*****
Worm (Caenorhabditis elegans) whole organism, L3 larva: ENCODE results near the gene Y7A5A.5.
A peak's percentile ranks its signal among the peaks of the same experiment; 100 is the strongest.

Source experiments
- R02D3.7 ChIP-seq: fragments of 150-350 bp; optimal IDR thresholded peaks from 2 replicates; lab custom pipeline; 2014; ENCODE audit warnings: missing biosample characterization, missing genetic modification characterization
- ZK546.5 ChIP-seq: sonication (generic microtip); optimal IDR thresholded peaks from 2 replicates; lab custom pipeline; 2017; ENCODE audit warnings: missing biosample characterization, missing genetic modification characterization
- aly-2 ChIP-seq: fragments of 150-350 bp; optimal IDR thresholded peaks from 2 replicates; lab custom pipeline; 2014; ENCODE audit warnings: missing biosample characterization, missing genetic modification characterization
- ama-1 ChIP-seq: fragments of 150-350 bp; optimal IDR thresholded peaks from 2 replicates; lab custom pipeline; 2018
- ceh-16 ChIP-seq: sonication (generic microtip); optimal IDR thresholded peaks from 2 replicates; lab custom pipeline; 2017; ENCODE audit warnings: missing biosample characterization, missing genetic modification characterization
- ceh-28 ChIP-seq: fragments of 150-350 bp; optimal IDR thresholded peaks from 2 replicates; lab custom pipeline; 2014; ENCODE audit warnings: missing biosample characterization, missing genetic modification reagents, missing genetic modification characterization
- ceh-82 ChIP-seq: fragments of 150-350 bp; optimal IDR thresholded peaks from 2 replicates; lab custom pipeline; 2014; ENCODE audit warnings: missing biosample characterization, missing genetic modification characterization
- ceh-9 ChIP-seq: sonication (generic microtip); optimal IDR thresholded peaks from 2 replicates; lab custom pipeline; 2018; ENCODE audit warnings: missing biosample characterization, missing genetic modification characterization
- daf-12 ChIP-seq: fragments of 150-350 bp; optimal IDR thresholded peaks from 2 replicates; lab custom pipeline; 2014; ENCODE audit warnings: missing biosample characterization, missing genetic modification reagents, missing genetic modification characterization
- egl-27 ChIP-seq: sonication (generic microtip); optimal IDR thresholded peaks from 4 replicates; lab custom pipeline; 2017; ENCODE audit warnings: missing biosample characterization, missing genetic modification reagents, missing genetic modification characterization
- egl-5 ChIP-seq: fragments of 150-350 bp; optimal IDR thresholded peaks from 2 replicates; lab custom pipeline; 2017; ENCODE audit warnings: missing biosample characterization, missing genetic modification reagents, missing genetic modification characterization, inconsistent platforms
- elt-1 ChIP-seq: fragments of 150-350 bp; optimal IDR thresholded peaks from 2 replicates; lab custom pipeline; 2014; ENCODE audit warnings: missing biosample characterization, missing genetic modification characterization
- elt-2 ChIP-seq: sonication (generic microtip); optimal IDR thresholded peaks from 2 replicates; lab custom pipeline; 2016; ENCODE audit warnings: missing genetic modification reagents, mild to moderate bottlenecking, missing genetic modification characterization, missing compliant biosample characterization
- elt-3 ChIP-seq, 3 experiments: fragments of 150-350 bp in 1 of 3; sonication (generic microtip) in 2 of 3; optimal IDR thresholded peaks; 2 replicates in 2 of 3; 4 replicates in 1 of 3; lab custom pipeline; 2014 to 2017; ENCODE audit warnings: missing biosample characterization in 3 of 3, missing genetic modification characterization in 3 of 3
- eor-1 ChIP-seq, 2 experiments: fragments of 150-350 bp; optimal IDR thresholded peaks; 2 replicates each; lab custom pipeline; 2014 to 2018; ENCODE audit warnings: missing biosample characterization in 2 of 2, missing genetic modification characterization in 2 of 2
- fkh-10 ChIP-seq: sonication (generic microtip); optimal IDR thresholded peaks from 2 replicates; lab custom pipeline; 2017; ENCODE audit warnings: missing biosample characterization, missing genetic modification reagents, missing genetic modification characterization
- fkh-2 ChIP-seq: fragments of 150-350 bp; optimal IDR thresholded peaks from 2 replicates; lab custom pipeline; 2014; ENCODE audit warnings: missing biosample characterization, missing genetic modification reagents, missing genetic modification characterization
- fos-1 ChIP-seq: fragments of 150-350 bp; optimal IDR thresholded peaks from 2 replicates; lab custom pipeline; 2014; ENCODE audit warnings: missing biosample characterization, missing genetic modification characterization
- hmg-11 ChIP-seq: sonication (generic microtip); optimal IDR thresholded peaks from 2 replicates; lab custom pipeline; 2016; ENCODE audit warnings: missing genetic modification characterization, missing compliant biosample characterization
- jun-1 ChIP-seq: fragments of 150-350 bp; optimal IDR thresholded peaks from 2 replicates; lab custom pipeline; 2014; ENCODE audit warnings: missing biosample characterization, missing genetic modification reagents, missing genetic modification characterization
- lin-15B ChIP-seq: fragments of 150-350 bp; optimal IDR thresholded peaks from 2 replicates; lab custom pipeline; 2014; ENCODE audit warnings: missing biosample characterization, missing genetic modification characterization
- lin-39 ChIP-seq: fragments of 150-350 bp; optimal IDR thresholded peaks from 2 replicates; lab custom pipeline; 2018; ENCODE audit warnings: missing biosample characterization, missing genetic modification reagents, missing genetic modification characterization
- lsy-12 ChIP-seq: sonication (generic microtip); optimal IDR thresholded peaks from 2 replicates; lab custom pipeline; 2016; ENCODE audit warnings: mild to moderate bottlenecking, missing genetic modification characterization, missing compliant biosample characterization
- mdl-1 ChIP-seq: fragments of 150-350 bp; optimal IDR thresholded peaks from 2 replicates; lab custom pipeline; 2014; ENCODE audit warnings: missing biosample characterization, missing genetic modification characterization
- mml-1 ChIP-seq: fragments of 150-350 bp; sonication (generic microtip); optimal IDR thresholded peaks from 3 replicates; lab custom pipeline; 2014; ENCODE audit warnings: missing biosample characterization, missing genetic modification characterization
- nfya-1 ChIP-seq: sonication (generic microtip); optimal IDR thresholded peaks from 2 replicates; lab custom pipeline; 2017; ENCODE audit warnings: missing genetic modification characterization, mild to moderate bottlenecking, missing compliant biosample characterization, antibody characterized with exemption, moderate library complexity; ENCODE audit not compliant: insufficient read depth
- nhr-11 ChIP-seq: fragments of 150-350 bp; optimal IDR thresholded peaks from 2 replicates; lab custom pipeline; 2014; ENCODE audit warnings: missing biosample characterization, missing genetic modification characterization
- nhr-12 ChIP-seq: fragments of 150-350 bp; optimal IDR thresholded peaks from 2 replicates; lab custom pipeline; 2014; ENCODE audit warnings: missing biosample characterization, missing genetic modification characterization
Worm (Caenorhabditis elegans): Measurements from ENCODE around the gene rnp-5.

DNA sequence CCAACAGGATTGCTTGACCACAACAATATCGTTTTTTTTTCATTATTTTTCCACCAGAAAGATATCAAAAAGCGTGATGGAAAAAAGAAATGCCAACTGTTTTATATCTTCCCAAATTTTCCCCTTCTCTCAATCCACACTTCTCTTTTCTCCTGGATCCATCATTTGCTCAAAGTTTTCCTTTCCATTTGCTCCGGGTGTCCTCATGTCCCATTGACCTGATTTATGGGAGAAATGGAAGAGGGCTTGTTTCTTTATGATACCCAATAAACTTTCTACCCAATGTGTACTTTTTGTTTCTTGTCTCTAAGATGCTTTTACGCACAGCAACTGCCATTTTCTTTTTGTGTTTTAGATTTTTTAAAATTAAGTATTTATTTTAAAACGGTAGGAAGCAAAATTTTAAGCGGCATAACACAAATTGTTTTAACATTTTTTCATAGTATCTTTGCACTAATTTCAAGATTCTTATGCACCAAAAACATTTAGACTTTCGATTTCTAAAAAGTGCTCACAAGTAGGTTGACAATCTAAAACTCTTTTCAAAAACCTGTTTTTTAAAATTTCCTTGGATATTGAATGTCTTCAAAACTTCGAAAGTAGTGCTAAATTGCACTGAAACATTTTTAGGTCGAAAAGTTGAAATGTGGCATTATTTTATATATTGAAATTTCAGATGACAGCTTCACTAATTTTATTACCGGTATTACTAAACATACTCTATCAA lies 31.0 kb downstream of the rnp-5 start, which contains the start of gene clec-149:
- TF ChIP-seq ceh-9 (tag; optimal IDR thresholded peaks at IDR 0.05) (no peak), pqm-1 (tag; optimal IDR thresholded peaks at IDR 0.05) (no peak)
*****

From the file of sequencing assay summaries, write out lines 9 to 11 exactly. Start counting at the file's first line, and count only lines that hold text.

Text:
- ceh-28 ChIP-seq: fragments of 150-350 bp; optimal IDR thresholded peaks from 2 replicates; lab custom pipeline; 2014; ENCODE audit warnings: missing biosample characterization, missing genetic modification reagents, missing genetic modification characterization
- ceh-82 ChIP-seq: fragments of 150-350 bp; optimal IDR thresholded peaks from 2 replicates; lab custom pipeline; 2014; ENCODE audit warnings: missing biosample characterization, missing genetic modification characterization
- ceh-9 ChIP-seq: sonication (generic microtip); optimal IDR thresholded peaks from 2 replicates; lab custom pipeline; 2018; ENCODE audit warnings: missing biosample characterization, missing genetic modification characterization